3. Stranger Things

Jonathan, Nancy, and Steve from Stranger Things

Ah yes, Stranger Things, that cult classic you might have heard about. We’ve taken this show to task before over its lack of diversity, but at least its existing female characters are good, right? Joyce is the rare example of a mother taking center stage, and Nancy has a strong arc with everything going for her. Well, everything except her romantic interests.

For the first two seasons,* Nancy has herself a good old-fashioned love triangle with Steve and Jonathan. Steve is the school bully who beats up people he doesn’t like, thinks romance is a game he can win, and puts up graffiti calling Nancy a slut when he sees her hanging out with another guy. Meanwhile, Jonathan takes pictures of Nancy through windows and watches her get undressed. But don’t worry, he’s a nice guy and won’t ever act like a jerk for no reason, except when he does.

So… Nancy’s not exactly spoiled for choice here. The show does make some effort to reform the boys, but it’s pretty anemic. Jonathan apologizes for being a stalker, but in a way that makes it clear he doesn’t think it was a big deal, and he gets in a few digs at Nancy while he’s at it. Steve, on the other hand, seems to show real remorse, even trying to make up for what he did by giving up his bullying ways. He still thinks women’s inhibitions can be defeated like some kind of video-game boss though. I see a future in the MRA movement for him.

It’s bad enough that Nancy’s romance options are limited to a bully and a stalker,* but don’t worry, the show can do worse. In season two, Nancy has decided she’s done with Jonathan, even though that’s clearly who the writers want her to end up with. Rather than crafting a plot where Nancy changes her mind on her own, the show introduces a creepy conspiracy theorist who tells Nancy and Jonathan that they belong together and they should just bang already. If the idea of an adult man telling two teenagers to have sex creeps you out, you are not alone.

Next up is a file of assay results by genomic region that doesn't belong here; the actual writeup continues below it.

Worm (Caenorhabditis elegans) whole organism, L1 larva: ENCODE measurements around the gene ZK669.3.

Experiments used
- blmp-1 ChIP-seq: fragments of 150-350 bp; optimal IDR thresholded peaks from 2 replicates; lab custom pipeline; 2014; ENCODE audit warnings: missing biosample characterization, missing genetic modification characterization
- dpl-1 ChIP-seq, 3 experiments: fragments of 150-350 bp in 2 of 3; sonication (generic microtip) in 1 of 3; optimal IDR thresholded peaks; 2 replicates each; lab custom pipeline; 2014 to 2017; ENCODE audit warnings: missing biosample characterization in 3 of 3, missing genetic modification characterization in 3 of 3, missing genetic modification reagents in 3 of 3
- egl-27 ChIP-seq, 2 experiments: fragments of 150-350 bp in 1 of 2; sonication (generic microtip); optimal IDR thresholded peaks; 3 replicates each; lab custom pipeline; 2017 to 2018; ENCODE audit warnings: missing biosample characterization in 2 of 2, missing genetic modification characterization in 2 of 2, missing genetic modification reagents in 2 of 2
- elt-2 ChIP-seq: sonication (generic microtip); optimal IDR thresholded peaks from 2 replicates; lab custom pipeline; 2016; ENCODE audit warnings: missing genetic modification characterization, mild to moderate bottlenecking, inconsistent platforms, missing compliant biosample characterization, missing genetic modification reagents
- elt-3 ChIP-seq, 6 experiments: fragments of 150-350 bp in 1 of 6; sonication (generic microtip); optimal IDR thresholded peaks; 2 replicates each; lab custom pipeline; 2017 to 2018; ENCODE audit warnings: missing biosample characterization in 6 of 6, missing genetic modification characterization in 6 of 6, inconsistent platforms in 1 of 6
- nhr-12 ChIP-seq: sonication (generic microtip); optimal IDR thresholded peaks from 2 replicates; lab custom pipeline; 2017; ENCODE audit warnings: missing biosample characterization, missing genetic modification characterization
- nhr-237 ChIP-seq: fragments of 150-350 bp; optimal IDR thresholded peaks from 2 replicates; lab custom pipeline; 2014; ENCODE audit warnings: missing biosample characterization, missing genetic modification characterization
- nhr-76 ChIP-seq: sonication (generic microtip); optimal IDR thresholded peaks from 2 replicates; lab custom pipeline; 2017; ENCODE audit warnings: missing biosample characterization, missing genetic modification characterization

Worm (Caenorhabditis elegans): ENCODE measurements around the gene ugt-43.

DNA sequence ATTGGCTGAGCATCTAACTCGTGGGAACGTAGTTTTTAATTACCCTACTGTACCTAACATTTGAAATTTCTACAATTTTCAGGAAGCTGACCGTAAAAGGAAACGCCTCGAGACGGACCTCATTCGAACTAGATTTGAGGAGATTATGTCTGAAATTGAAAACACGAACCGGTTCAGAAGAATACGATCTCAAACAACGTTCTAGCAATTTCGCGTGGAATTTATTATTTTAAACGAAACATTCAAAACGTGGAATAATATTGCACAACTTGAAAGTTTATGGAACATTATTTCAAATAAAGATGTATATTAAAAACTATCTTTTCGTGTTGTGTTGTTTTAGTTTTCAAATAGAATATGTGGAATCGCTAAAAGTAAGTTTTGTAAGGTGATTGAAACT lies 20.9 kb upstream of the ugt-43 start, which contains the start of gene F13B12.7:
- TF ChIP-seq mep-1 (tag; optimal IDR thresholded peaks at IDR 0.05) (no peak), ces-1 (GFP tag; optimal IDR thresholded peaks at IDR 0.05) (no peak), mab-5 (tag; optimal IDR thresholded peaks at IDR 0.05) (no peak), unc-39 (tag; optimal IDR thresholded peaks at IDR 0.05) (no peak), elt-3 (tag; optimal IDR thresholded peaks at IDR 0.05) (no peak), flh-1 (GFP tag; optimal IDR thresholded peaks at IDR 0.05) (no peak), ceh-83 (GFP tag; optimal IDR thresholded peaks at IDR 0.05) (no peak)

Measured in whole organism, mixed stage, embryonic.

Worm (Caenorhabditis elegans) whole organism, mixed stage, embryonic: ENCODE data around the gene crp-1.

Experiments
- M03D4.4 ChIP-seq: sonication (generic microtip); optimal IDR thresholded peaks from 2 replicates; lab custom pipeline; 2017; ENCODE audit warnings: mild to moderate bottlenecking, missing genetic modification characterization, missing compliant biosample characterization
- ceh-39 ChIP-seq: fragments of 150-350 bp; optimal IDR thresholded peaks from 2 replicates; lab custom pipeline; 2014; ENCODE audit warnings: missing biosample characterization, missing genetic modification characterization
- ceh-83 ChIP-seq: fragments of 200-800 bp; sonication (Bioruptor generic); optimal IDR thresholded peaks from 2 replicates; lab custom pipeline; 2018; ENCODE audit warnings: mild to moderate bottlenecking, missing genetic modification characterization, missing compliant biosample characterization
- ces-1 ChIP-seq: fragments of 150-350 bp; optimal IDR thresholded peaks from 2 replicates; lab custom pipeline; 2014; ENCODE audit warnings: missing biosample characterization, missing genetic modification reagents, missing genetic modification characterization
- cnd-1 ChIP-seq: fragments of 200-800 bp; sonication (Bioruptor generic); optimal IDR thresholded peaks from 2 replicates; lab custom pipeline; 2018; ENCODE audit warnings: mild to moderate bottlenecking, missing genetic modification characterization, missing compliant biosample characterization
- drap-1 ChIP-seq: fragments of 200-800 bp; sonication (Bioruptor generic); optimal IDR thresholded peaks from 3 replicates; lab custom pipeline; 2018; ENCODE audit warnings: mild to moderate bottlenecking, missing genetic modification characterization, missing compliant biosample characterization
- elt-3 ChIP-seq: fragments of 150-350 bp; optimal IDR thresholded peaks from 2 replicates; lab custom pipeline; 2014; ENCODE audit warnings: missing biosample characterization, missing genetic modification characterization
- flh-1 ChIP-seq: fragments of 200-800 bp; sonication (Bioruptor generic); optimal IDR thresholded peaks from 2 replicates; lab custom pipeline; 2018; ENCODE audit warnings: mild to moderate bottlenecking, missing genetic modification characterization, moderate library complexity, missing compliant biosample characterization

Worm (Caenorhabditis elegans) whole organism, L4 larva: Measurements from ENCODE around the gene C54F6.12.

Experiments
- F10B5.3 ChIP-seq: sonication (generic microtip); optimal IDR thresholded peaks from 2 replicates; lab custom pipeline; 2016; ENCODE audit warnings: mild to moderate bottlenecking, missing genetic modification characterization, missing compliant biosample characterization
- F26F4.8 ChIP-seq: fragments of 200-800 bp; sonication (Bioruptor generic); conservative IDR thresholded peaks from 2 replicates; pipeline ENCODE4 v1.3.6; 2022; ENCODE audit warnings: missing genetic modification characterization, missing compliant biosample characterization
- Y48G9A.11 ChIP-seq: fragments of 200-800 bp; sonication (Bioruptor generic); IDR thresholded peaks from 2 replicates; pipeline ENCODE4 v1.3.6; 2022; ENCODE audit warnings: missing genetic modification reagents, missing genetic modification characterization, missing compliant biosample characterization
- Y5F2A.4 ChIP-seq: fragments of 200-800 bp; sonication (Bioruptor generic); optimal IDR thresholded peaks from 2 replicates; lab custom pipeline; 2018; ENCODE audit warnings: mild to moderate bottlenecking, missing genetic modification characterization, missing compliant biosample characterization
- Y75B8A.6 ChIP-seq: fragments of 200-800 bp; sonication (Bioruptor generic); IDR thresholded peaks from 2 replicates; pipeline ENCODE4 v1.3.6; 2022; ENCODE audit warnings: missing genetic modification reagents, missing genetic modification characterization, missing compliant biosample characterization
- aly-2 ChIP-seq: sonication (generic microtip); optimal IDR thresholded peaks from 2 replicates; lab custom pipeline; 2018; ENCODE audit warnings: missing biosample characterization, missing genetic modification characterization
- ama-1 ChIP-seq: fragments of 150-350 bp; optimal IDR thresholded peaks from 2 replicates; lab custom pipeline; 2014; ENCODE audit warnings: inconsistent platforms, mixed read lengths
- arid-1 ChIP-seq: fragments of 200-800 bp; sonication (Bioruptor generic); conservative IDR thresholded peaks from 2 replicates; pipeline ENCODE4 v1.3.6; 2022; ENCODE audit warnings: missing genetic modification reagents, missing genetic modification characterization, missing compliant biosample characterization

Of course, everything the creepster says turns out to be right. Nancy gets together with Jonathan just hours after Mr. Creep’s half-baked psychoanalysis session, giving him direct authorial sanction. The second season ends with Nancy dating her stalker.

4. The Hundred Thousand Kingdoms

Cover art from The Hundred Thousand Kingdoms

N. K. Jemisin’s debut novel is a story of divine wrath and treacherous family relationships. Protagonist Yeine is called to the capital of a vast empire, where she must play a dangerous political game to prevent her homeland from being crushed like a bug. As if that weren’t enough, she must investigate a coterie of fallen gods and deal with a budding romance at the same time. Exciting stuff.

Sex features heavily in The Hundred Thousand Kingdoms, but Jemisin does a great job of avoiding the creeps until she brings up Yeine’s backstory. Yeine’s homeland is a militaristic matriarchy, which is cool. Spec fic doesn’t have many of those outside the realm of parody. What’s less cool is her homeland’s coming-of-age ceremony, where young women have to fight a man to avoid being raped.

Thankfully, this ritual is never shown in the story, but it’s an important part of Yeine’s backstory. It seems that in most cases, women choose frail opponents, but Yeine had to fight someone who knew what he was doing. It’s not clear to me if this was meant to establish that Yeine is good at fighting, something that never comes up in the story, or to give her backstory more adversity.

Either way, it’s pretty disgusting, and it doesn’t even make sense. Sexual violence has long been used as a weapon to suppress women; it seems unlikely that a matriarchal society would employ it, even if most women rig the fights. But wait, it gets weirder! According to the book, when the woman wins, she then rapes her opponent. That might sound like it’s just a wrestling match before some consensual sex, but the book is very clear that it’s rape either way.

Yeine won her fight, which means the novel’s protagonist is a rapist. That’s never great for a story, and it makes sympathizing with her much harder. On the bright side, this ritual is only featured in one exposition dump and then never brought up again,* so you can mostly pretend it never happened. At the same time, never addressing that elephant in the room removes any greater point the author might have been trying to make with this tidbit, so all we’re left with is a creepy backstory.

5. Runaways

The cast of Marvel's Runaway

The latest addition to Marvel’s TV show lineup* has a strong premise. A diverse group of teenagers discover their parents have formed an evil cult while also discovering they have super powers. By setting teenagers against their parents, the show creates immediate conflict and also sets up compelling moral dilemmas. Even after just a few episodes, it’s clear that Runaways will be a success. If only the camera could stop being so creepy.